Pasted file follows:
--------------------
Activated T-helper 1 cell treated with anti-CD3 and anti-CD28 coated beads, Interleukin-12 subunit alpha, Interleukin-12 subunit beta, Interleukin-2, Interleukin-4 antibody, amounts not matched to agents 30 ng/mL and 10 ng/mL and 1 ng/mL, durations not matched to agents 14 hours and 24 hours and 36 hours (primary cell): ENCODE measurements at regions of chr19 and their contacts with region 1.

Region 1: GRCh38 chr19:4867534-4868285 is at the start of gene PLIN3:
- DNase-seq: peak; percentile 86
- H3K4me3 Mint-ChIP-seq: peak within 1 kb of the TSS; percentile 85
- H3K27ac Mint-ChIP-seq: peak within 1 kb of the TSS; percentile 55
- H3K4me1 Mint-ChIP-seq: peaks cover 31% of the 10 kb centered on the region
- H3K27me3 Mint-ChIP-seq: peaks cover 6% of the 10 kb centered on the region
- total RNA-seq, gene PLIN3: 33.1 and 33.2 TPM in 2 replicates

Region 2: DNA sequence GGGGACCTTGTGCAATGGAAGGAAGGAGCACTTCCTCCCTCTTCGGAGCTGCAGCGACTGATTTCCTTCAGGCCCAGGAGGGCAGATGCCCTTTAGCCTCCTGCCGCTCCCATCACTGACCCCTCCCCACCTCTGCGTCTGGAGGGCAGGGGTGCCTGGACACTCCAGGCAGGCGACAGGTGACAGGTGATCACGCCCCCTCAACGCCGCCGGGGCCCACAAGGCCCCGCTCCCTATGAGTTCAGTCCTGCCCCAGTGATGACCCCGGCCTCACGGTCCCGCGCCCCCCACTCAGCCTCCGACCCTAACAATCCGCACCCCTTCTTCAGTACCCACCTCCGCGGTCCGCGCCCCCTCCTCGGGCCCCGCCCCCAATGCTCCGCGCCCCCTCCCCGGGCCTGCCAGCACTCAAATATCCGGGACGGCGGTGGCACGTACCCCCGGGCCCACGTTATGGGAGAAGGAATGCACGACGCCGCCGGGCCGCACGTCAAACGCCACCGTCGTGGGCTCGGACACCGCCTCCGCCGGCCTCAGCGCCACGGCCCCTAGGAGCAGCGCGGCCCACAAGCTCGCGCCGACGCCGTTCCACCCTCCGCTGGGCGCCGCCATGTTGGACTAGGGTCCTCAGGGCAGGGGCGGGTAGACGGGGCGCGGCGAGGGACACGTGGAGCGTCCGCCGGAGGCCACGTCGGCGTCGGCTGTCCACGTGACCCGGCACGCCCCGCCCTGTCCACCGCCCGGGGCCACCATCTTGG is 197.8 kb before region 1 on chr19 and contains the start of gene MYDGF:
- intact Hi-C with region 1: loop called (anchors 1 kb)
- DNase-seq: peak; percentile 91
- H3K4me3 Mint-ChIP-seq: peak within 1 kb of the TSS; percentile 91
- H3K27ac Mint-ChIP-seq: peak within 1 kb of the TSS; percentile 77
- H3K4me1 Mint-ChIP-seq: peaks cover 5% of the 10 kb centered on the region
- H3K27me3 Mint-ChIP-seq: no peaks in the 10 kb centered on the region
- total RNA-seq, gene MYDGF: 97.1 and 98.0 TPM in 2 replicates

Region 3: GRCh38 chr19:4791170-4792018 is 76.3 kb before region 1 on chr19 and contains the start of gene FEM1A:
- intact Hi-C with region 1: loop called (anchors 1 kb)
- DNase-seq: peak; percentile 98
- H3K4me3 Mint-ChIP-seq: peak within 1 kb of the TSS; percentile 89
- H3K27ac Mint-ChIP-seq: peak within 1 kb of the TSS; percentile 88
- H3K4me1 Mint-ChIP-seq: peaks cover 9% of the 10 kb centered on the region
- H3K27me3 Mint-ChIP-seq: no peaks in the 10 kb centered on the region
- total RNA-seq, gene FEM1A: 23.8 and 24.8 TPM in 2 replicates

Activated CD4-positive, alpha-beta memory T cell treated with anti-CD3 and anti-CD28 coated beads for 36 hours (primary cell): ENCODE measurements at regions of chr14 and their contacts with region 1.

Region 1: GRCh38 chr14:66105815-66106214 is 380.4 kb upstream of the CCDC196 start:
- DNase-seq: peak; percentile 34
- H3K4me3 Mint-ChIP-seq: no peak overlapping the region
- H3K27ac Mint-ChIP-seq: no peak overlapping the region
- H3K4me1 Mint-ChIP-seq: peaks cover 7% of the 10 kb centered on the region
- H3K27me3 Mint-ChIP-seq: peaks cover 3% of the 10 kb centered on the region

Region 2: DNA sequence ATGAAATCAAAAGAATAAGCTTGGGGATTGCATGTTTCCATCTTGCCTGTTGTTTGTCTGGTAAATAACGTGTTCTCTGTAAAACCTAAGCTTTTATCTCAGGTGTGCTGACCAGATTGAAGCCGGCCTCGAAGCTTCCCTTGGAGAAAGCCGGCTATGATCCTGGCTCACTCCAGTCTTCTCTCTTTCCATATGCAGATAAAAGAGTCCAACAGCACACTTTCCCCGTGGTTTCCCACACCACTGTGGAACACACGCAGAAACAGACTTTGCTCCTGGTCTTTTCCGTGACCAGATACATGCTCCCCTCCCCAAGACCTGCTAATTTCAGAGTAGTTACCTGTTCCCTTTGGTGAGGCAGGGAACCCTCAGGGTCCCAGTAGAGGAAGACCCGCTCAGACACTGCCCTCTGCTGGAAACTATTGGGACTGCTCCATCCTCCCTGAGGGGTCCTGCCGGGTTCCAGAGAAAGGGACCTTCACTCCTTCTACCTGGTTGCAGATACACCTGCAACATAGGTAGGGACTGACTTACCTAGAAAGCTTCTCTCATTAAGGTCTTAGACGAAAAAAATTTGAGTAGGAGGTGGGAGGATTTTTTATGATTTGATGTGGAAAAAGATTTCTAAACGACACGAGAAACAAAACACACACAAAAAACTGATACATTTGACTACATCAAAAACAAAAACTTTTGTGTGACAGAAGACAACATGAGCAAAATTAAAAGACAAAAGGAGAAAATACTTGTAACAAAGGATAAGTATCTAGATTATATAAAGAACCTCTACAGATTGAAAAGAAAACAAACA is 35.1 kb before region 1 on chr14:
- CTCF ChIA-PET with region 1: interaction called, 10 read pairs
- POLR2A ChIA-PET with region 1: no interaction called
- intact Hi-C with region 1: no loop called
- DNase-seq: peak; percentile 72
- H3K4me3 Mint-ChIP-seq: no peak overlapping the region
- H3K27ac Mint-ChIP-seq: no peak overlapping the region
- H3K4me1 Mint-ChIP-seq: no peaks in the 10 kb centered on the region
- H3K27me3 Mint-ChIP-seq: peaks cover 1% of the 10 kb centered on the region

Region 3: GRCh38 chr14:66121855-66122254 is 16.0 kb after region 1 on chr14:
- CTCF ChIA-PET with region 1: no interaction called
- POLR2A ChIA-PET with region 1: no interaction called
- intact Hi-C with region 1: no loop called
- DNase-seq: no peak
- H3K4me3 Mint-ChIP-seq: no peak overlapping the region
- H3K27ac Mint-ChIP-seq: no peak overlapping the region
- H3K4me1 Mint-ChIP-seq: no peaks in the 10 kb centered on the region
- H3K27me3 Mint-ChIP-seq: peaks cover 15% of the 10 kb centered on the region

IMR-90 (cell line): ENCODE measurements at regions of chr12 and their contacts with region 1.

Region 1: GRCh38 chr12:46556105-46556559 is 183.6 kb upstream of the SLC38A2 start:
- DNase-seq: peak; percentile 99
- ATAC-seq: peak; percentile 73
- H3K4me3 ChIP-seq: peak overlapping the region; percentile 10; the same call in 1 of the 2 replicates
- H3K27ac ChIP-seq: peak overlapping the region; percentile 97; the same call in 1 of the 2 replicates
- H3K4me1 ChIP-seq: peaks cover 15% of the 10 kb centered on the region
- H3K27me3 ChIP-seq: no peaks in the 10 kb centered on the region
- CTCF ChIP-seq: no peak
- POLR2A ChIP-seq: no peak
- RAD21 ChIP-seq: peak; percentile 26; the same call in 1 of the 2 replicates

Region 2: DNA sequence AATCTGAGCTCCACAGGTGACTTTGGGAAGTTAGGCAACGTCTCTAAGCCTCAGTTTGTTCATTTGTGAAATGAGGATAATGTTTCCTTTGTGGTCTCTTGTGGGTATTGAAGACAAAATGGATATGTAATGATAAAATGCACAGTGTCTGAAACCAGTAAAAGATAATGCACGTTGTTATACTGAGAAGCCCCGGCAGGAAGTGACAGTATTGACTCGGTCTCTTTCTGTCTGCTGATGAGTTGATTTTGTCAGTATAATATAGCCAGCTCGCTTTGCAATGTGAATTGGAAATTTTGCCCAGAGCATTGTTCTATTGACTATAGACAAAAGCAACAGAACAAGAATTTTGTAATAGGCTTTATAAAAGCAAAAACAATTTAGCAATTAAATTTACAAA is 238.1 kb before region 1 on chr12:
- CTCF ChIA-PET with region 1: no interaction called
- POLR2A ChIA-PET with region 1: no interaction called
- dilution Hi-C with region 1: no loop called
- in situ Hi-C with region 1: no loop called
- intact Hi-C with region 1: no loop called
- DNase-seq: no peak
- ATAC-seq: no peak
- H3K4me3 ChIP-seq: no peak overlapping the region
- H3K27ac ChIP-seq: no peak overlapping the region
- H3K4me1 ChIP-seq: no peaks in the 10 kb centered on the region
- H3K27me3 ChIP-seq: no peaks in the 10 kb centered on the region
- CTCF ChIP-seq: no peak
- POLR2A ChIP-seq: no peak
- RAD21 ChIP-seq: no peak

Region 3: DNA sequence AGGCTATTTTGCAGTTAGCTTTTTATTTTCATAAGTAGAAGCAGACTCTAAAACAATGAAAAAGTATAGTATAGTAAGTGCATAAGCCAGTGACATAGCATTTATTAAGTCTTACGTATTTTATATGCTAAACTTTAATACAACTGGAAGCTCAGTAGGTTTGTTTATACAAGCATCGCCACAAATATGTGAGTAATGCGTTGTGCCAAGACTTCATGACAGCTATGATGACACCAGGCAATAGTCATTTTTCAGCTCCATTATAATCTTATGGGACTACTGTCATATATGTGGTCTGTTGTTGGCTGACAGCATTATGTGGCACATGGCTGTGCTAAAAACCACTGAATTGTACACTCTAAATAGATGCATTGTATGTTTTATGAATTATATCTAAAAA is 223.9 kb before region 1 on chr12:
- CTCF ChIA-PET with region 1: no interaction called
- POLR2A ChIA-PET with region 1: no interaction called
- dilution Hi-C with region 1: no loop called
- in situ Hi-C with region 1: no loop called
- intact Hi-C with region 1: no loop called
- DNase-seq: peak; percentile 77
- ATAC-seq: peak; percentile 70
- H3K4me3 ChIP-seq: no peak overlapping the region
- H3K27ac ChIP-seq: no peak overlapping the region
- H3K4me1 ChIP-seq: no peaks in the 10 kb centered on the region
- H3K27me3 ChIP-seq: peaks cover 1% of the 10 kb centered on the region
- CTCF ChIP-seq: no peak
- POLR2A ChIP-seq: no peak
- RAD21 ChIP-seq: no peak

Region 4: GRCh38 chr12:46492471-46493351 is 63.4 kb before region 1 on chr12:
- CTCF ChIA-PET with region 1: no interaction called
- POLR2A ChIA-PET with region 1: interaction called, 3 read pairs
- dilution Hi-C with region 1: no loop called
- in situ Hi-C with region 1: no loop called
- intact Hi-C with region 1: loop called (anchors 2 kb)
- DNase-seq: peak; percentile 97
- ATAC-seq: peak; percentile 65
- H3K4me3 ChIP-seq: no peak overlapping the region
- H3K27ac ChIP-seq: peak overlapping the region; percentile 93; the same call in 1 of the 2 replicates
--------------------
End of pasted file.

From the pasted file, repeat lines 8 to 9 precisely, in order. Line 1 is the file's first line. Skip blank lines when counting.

- total RNA-seq, gene PLIN3: 33.1 and 33.2 TPM in 2 replicates

Region 2: DNA sequence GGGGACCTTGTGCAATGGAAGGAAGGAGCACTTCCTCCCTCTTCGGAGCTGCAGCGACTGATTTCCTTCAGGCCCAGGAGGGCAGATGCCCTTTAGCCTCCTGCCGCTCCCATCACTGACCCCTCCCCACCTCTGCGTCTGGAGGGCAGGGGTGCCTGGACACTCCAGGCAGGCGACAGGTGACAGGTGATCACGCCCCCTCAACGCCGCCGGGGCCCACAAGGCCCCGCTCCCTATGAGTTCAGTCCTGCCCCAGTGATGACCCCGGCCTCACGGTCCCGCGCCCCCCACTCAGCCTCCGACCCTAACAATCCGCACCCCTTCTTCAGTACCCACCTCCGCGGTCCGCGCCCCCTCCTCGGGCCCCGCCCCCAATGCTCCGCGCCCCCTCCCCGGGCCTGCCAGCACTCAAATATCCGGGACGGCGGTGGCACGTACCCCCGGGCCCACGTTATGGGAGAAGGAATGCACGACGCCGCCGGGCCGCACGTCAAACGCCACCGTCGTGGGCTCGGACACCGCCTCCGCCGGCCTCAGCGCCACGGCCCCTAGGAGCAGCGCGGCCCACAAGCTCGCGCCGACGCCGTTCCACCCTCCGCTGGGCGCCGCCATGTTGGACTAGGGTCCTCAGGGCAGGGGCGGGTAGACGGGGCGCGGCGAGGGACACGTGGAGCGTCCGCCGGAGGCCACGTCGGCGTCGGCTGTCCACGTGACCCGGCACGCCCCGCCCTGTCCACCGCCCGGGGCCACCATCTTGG is 197.8 kb before region 1 on chr19 and contains the start of gene MYDGF: